Even though the house of Jerusalem stood forsaken by God in its faithlessness Jesus pressed on to Calvary.  His work of salvation done by his own blood running down the cross was not because we had asked for it, Jesus gave up his life in our place because by doing that, payment for all sin was made.  While we fret over our sin of unjustly rejecting Jesus, when we are grieved when we see ourselves in the place of Jerusalem of old, that rejected the prophets and the Christ, when we are plagued by our own shunning of God's word, and our rejection of it, hear ever more clearly the word of Christ, I forgive you all your sin, while you were yet my enemies I died for you.  Repent of your sins and receive my forgiveness, my grace is sufficient for you, it always has been, and it always will be.  Amen
Synod President Responds to SCOTUS Same-sex Marriage Ruling
June 2015
A one-person majority of the U.S. Supreme Court got it wrong - again. Some 40 years ago, a similarly activist court legalized the killing of children in the womb. That decision has to date left a wake of some 55 million Americans dead. Today, the Court has imposed same-sex marriage upon the whole nation in a similar fashion. Five justices cannot determine natural or divine law. Now shall come the time of testing for Christians faithful to the Scriptures and the divine institution of marriage (Matthew 19:3-6), and indeed, a time of testing much more intense than what followed Roe v. Wade.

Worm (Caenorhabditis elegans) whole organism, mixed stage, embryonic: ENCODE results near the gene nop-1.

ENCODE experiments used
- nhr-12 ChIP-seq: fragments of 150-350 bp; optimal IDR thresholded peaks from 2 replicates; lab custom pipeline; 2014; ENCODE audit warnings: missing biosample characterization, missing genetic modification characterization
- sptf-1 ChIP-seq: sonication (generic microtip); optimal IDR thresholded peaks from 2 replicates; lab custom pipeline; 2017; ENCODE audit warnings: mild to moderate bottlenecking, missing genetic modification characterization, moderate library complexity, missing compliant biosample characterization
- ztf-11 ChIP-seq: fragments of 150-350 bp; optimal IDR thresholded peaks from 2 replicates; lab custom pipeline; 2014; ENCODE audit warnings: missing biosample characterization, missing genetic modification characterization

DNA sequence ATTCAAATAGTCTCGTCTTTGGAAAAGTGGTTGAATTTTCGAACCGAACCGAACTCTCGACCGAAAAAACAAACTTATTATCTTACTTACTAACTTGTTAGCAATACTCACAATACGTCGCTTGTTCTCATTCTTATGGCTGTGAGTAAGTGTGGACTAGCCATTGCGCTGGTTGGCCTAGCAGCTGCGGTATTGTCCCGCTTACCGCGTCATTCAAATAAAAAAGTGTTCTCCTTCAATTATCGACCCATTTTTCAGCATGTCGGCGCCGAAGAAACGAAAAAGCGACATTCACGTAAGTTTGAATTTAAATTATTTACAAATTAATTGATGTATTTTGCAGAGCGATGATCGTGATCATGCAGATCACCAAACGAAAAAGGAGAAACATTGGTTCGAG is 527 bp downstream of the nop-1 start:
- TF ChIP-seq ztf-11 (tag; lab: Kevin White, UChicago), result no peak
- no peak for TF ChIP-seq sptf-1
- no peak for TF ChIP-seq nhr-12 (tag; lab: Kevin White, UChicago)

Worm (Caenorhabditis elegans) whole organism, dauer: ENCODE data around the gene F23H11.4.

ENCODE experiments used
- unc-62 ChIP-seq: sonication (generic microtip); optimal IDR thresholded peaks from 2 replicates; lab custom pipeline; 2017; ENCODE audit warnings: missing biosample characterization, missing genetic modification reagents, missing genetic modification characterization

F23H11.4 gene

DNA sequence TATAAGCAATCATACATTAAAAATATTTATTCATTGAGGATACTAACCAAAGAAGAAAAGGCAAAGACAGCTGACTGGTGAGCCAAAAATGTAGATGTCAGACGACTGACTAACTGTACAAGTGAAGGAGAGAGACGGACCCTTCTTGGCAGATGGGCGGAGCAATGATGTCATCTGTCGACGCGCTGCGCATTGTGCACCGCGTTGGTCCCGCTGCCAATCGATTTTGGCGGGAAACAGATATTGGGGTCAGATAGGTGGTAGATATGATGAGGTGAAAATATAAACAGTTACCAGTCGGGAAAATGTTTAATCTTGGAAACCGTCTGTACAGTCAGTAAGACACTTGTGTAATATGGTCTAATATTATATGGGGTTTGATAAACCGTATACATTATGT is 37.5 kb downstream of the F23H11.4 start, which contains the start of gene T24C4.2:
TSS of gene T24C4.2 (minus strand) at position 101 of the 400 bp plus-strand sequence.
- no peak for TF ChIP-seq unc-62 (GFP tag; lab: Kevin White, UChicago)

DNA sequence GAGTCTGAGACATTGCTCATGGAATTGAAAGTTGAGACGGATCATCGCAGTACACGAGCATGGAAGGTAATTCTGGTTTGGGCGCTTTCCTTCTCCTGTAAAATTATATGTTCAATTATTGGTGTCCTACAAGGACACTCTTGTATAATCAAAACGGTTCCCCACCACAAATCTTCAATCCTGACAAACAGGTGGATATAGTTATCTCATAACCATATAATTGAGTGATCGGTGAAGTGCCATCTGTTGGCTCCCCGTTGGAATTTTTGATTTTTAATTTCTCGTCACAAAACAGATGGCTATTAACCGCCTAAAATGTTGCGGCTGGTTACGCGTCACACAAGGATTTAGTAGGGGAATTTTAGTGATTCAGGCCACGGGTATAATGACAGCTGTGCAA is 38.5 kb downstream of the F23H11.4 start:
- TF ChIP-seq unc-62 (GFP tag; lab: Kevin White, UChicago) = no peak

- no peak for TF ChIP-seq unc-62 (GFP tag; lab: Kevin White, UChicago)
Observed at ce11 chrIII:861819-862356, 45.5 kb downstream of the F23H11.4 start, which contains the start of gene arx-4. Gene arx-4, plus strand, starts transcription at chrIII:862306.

Like Roe v. Wade, this decision will be followed by a rash of lawsuits. Through coercive litigation, governments and popular culture continue to make the central post-modern value of sexual freedom override "the free exercise of religion" enshrined in the Bill of Rights.

The ramifications of this decision are seismic. Proponents will seek to drive Christians and Christian institutions out of education at all levels; they will press laws to force faithful Christian institutions and individuals to violate consciences in work practices and myriad other ways. We will have much more to say about this.